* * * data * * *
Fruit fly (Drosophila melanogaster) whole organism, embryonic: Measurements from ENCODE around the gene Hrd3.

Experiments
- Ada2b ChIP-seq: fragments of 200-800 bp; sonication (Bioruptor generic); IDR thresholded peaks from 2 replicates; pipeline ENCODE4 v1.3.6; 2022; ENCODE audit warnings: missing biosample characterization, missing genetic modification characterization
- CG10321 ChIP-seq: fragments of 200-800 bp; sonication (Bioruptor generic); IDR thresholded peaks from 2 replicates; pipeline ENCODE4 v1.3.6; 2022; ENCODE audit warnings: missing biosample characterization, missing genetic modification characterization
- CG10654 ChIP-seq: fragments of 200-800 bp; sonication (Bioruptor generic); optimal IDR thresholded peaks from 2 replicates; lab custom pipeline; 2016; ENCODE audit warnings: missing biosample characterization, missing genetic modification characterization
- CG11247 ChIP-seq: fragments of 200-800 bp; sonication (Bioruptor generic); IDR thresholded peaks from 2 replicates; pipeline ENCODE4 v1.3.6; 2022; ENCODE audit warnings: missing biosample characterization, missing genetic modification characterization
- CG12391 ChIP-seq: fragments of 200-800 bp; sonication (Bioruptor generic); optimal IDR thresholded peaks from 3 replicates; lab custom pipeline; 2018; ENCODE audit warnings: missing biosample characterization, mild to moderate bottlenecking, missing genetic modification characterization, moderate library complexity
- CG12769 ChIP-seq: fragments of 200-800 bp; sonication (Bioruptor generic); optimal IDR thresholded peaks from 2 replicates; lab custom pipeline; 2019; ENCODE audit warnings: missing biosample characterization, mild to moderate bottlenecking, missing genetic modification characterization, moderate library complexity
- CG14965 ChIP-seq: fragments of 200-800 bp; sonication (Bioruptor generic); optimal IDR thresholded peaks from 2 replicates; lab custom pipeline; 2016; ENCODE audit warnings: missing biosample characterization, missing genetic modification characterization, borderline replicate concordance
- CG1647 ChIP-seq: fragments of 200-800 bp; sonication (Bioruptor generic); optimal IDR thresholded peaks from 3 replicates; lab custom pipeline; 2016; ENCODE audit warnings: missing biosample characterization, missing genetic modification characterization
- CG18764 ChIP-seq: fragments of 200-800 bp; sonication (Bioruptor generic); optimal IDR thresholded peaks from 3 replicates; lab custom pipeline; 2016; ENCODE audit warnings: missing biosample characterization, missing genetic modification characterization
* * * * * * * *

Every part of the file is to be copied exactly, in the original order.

Fruit fly (Drosophila melanogaster) whole organism, embryonic: Measurements from ENCODE around the gene Hrd3.

Experiments
- Ada2b ChIP-seq: fragments of 200-800 bp; sonication (Bioruptor generic); IDR thresholded peaks from 2 replicates; pipeline ENCODE4 v1.3.6; 2022; ENCODE audit warnings: missing biosample characterization, missing genetic modification characterization
- CG10321 ChIP-seq: fragments of 200-800 bp; sonication (Bioruptor generic); IDR thresholded peaks from 2 replicates; pipeline ENCODE4 v1.3.6; 2022; ENCODE audit warnings: missing biosample characterization, missing genetic modification characterization
- CG10654 ChIP-seq: fragments of 200-800 bp; sonication (Bioruptor generic); optimal IDR thresholded peaks from 2 replicates; lab custom pipeline; 2016; ENCODE audit warnings: missing biosample characterization, missing genetic modification characterization
- CG11247 ChIP-seq: fragments of 200-800 bp; sonication (Bioruptor generic); IDR thresholded peaks from 2 replicates; pipeline ENCODE4 v1.3.6; 2022; ENCODE audit warnings: missing biosample characterization, missing genetic modification characterization
- CG12391 ChIP-seq: fragments of 200-800 bp; sonication (Bioruptor generic); optimal IDR thresholded peaks from 3 replicates; lab custom pipeline; 2018; ENCODE audit warnings: missing biosample characterization, mild to moderate bottlenecking, missing genetic modification characterization, moderate library complexity
- CG12769 ChIP-seq: fragments of 200-800 bp; sonication (Bioruptor generic); optimal IDR thresholded peaks from 2 replicates; lab custom pipeline; 2019; ENCODE audit warnings: missing biosample characterization, mild to moderate bottlenecking, missing genetic modification characterization, moderate library complexity
- CG14965 ChIP-seq: fragments of 200-800 bp; sonication (Bioruptor generic); optimal IDR thresholded peaks from 2 replicates; lab custom pipeline; 2016; ENCODE audit warnings: missing biosample characterization, missing genetic modification characterization, borderline replicate concordance
- CG1647 ChIP-seq: fragments of 200-800 bp; sonication (Bioruptor generic); optimal IDR thresholded peaks from 3 replicates; lab custom pipeline; 2016; ENCODE audit warnings: missing biosample characterization, missing genetic modification characterization
- CG18764 ChIP-seq: fragments of 200-800 bp; sonication (Bioruptor generic); optimal IDR thresholded peaks from 3 replicates; lab custom pipeline; 2016; ENCODE audit warnings: missing biosample characterization, missing genetic modification characterization